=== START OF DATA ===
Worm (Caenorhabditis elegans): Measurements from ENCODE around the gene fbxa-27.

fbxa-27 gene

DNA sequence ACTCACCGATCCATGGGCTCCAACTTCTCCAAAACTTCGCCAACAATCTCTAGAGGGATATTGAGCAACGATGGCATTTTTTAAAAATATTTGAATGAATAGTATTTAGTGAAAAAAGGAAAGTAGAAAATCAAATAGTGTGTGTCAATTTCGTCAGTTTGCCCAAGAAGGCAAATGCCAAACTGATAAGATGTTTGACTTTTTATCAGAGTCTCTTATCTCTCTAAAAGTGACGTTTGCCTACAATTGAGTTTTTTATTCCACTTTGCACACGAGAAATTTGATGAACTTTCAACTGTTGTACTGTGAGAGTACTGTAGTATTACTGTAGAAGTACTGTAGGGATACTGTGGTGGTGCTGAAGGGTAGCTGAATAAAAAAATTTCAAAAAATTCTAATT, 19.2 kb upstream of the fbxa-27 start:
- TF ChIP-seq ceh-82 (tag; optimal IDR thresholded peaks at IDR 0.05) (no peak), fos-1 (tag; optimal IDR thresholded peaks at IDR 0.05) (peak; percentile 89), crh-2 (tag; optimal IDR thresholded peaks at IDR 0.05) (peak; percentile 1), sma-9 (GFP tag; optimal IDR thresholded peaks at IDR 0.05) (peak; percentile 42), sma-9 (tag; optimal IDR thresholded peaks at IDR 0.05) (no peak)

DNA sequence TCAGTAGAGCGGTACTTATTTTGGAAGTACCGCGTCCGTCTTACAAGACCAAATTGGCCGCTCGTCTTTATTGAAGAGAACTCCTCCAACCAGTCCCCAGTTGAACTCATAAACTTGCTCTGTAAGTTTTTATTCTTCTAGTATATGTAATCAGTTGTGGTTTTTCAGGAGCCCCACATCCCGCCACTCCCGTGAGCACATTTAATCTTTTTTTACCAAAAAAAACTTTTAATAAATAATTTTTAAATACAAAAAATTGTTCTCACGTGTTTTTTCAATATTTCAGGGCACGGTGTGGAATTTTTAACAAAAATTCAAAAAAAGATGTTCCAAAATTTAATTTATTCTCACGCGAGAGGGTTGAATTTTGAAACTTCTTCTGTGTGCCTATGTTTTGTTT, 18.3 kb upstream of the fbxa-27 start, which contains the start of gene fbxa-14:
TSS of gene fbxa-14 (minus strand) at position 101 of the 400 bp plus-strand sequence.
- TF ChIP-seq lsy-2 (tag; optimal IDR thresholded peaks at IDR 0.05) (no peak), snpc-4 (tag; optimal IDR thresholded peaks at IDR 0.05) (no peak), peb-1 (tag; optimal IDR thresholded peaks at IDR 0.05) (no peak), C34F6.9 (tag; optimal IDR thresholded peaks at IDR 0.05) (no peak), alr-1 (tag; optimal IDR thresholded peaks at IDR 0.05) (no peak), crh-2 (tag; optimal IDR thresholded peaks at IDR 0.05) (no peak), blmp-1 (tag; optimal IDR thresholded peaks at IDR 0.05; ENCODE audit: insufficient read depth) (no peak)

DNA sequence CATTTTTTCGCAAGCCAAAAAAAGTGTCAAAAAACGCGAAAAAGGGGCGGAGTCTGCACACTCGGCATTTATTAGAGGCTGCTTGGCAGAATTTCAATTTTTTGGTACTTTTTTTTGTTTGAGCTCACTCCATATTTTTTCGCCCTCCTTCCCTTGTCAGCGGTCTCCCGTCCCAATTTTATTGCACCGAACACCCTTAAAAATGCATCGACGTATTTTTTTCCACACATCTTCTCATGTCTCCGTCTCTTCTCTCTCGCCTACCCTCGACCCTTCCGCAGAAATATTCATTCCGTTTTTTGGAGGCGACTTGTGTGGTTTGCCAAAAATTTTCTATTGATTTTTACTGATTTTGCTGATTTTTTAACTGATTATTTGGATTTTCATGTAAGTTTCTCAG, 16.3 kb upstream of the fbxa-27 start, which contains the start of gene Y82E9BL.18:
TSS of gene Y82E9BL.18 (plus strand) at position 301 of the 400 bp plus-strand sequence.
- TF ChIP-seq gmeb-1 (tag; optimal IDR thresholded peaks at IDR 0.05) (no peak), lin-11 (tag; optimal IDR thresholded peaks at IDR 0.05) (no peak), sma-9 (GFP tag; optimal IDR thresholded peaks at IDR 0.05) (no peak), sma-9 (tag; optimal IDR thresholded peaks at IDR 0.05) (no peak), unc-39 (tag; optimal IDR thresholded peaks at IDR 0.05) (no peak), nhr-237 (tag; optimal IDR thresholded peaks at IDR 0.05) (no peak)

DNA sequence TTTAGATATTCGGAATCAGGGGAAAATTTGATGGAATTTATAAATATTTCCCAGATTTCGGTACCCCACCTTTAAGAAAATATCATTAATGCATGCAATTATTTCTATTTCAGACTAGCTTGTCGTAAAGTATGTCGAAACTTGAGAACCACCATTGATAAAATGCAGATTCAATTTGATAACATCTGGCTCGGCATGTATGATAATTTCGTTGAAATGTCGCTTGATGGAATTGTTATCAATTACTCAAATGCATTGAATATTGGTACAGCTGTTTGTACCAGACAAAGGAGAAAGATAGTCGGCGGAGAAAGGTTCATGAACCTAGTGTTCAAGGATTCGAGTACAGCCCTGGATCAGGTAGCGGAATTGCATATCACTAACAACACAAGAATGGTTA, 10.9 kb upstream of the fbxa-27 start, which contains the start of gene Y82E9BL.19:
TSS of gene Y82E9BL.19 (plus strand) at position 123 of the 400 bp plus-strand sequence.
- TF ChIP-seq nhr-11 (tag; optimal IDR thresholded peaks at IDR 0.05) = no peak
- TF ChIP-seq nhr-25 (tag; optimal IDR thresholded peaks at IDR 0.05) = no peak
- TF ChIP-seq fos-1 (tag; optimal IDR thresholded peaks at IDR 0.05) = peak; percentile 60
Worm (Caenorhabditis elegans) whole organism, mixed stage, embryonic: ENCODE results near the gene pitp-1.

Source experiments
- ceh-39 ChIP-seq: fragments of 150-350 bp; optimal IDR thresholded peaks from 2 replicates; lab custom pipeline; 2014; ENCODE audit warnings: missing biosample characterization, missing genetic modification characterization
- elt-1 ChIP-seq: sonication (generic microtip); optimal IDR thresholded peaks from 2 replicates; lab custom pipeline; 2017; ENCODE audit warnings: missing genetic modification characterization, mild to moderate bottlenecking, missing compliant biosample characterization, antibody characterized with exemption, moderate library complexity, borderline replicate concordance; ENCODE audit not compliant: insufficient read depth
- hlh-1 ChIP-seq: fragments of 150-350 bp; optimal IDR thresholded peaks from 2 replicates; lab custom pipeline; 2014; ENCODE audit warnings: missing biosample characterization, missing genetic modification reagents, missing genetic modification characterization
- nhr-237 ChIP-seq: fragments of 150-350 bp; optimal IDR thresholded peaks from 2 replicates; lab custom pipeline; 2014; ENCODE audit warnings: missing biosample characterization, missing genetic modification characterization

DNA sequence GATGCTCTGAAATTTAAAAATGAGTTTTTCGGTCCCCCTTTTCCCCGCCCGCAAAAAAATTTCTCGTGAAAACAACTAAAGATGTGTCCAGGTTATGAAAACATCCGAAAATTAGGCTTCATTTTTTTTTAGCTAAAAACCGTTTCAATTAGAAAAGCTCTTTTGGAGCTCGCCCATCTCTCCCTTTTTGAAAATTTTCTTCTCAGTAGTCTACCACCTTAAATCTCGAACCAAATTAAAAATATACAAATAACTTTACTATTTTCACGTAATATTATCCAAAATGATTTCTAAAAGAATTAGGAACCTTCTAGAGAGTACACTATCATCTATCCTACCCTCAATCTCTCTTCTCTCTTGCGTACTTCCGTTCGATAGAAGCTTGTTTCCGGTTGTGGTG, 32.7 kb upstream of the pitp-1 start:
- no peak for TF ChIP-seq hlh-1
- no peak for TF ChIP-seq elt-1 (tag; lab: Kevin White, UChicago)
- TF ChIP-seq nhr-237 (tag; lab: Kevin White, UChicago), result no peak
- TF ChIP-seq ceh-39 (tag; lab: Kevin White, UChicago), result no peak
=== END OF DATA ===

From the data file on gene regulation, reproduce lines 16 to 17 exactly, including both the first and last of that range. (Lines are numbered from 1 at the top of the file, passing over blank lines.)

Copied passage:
Worm (Caenorhabditis elegans) whole organism, mixed stage, embryonic: ENCODE results near the gene pitp-1.

Source experiments